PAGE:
Last week I had the opportunity to see the economic resiliency of the waterfront up close and check out the progress on the Seawall project, the newly renovated Pier 54 and Ivar’s Acres of Clams, and the Seattle Aquarium expansion plan. I also had a chance to talk shop with a vibrant group of civically engaged seniors, join a discussion on housing equity, and meet the youth who will run Seattle one day.
Housing for All
I joined local leaders as they discussed why they support affordable housing linkage fees as a strong tool to address Seattle’s affordable needs. It’s better for society, the environment, and families if people can afford to live near their work. Inclusionary housing is a strong step toward helping Seattle achieve this vision, and everyone – including developers – shares in the responsibility in creating equity in housing.
Youth: They’ll Run the City Soon
The Mayor announced the Youth Employment Initiative, which has created nearly 2,000 positions for young people across the city. In addition to summer jobs through Seattle Parks and other City agencies, private-sector financial support has led to twice as many opportunities for Seattle youth as last year. I can think of no better way for the private sector to invest in our city than by embracing our youth. Employers participating in the Mayor’s initiative are developing talent that will drive our economic future.
A Glimpse of the New Waterfront
The Seawall Project construction started along Seattle’s waterfront in 2013 to protect critical infrastructure and utilities while enhancing the habitat through this area. The new seawall will last more than 75 years and stand up to seismic activity.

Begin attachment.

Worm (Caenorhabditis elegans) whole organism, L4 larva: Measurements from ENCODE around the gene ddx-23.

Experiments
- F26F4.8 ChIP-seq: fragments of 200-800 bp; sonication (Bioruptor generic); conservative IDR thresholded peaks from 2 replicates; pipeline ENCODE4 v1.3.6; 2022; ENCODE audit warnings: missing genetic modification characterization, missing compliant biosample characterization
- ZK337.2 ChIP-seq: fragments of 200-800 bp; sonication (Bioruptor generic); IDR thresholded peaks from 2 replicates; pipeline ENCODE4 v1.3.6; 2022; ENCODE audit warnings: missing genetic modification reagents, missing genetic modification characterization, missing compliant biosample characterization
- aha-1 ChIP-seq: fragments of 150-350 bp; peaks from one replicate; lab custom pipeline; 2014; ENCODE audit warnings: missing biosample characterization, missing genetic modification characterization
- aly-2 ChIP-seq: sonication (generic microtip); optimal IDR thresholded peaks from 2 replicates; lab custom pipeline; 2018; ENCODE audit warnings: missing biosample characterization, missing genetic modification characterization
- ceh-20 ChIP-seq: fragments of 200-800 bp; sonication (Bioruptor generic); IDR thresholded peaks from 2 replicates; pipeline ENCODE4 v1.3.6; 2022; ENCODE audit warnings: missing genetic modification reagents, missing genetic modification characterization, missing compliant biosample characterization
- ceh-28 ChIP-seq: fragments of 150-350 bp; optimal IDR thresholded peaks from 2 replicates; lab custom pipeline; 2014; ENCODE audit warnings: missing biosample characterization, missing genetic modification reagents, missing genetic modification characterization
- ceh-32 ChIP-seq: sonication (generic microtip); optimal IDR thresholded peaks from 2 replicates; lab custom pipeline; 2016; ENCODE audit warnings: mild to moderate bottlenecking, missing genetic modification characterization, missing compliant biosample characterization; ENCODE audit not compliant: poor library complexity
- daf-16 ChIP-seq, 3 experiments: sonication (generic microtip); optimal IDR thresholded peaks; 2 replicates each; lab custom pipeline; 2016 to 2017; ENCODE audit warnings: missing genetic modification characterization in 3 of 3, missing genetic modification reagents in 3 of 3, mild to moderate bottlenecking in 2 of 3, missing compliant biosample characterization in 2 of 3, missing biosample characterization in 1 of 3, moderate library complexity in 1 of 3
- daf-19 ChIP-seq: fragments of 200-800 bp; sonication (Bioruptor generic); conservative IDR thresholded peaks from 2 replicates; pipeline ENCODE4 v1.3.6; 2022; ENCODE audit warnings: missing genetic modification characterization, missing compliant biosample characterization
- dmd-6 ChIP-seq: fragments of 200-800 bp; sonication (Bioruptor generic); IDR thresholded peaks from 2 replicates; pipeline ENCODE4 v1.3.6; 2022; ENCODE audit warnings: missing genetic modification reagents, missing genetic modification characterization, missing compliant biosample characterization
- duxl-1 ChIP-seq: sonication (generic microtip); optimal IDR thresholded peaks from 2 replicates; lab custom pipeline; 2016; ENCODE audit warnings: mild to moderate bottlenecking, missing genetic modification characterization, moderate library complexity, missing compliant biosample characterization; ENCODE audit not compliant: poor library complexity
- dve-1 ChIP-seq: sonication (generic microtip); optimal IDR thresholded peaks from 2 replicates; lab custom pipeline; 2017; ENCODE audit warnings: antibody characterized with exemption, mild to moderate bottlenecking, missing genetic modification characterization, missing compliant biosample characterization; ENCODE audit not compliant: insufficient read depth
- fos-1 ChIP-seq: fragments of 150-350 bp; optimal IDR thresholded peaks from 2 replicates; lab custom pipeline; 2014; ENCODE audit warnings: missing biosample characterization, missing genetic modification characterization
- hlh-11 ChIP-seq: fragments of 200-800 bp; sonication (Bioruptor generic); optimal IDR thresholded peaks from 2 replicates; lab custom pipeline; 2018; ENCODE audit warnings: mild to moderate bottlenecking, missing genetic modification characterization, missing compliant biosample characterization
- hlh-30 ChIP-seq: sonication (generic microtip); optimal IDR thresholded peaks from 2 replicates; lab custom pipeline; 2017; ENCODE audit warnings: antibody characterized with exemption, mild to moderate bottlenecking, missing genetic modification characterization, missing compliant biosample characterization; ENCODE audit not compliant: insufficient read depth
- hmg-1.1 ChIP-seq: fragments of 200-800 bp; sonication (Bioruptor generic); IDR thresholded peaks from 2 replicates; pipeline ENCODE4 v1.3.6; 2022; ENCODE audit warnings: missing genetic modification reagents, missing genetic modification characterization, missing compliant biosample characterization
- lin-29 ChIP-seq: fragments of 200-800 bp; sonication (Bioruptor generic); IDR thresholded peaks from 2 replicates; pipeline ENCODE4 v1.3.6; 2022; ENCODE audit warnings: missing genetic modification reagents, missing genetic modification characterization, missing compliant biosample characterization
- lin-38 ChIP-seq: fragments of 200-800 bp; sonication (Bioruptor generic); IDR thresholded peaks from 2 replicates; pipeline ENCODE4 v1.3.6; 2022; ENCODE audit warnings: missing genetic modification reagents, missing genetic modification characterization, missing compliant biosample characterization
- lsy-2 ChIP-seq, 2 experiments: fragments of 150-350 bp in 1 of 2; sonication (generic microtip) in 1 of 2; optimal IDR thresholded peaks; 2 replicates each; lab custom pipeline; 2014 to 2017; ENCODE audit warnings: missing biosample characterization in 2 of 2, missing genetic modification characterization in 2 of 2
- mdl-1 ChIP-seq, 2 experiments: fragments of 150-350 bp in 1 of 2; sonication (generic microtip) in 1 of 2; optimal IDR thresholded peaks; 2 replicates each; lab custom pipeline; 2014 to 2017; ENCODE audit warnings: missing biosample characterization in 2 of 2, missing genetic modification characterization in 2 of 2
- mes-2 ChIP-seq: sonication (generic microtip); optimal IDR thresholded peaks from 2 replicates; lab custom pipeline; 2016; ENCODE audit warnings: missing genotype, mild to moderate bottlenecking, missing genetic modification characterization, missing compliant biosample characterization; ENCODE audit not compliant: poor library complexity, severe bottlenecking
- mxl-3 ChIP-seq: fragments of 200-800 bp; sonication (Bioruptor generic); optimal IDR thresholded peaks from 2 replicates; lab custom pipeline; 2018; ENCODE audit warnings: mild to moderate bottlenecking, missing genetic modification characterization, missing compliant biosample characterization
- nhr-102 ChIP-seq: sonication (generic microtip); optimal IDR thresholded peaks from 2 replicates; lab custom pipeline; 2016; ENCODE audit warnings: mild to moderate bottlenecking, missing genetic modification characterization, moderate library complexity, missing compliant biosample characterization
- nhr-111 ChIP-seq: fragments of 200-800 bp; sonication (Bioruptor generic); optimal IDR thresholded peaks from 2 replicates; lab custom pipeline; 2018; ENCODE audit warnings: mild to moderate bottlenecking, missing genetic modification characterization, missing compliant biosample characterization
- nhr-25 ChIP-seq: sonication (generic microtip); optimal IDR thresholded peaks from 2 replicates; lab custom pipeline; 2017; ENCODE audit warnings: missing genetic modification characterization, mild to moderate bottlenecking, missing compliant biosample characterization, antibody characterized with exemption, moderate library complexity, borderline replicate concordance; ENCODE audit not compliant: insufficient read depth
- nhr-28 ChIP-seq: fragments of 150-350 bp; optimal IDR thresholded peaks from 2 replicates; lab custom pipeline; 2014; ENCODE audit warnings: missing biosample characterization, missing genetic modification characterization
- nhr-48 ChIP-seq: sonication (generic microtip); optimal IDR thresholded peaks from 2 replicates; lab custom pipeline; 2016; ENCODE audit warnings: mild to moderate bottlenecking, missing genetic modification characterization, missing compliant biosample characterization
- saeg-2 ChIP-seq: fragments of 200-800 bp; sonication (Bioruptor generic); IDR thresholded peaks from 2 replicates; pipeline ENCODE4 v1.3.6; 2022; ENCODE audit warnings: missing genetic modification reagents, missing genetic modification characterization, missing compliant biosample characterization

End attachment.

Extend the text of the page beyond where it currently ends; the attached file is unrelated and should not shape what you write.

Most importantly, the Seawall Project has served as the foundation for projects transforming Seattle’s future waterfront. The seawall has been completed in the area adjacent to Waterfront Park, and excavation between Madison Street and Yesler Way continues this week.
Impressively, this very complex project is on schedule to complete in 2016.
In the meantime, many businesses that closed during seawall construction have now reopened for business just in time for the summer and tourist season. Some – like the businesses on Pier 54 – took advantage of the nine-month closure to remodel. After its facelift, Ivar’s Acres of Clams was up and running with a touch of the old and new. Pieces of history lined the walls of Ivar’s, while an improved building design opened up new waterfront views. This facelift will certainly draw more visitors and set the stage to attract more businesses back to the waterfront.
A few blocks down at Pier 59, the Seattle Aquarium was in the throes of its expansion planning that anticipates new exhibits and new, exciting ways for visitors to interact with the Aquarium. The Aquarium is an integral part of the waterfront project, and its expansion will greatly contribute to the economic development of the area.
SE Seattle Seniors Were in the House!
As some of you may already know, seniors are one of my top priorities. I care about what happens to seniors. I care that seniors have a full, vibrant life as they age, and I credit my parents as the driving force behind that. My dad helped start a non-profit to provide a better quality of life to elder members of our community and their families. My parents now live in the senior center that my dad helped create. It’s this history that drives me to work for the senior community in Seattle.
Thursday, I had lunch with the seniors at the SE Seattle Senior Center for their monthly birthday celebration. The event was a great success, complete with bright lights, colors, balloons, and smiling faces. Councilmember Harrell joined me, and we made our way around to each of the 52 seniors, chatting about issues of concerns ranging from affordable housing to rent control to bicycle lanes in the south end of our city.
This is the first of many stops I’ll make to senior centers during my time on the council. Call my office at (206) 684-8802 to find out where I’ll be next. I hope to see you at my next senior center stop!